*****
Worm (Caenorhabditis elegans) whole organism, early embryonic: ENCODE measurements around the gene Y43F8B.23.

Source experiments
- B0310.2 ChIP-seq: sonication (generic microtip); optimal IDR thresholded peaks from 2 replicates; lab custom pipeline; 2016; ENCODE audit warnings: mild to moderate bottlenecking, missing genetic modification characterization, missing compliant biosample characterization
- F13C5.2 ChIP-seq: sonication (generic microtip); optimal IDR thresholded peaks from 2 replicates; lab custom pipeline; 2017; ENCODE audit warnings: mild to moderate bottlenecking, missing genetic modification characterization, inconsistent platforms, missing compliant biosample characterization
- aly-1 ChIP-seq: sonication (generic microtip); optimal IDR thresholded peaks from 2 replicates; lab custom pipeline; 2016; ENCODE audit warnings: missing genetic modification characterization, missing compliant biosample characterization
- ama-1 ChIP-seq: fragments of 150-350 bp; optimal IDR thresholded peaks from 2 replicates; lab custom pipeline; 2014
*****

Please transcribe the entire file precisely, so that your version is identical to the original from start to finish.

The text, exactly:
Worm (Caenorhabditis elegans) whole organism, early embryonic: ENCODE measurements around the gene Y43F8B.23.

Source experiments
- B0310.2 ChIP-seq: sonication (generic microtip); optimal IDR thresholded peaks from 2 replicates; lab custom pipeline; 2016; ENCODE audit warnings: mild to moderate bottlenecking, missing genetic modification characterization, missing compliant biosample characterization
- F13C5.2 ChIP-seq: sonication (generic microtip); optimal IDR thresholded peaks from 2 replicates; lab custom pipeline; 2017; ENCODE audit warnings: mild to moderate bottlenecking, missing genetic modification characterization, inconsistent platforms, missing compliant biosample characterization
- aly-1 ChIP-seq: sonication (generic microtip); optimal IDR thresholded peaks from 2 replicates; lab custom pipeline; 2016; ENCODE audit warnings: missing genetic modification characterization, missing compliant biosample characterization
- ama-1 ChIP-seq: fragments of 150-350 bp; optimal IDR thresholded peaks from 2 replicates; lab custom pipeline; 2014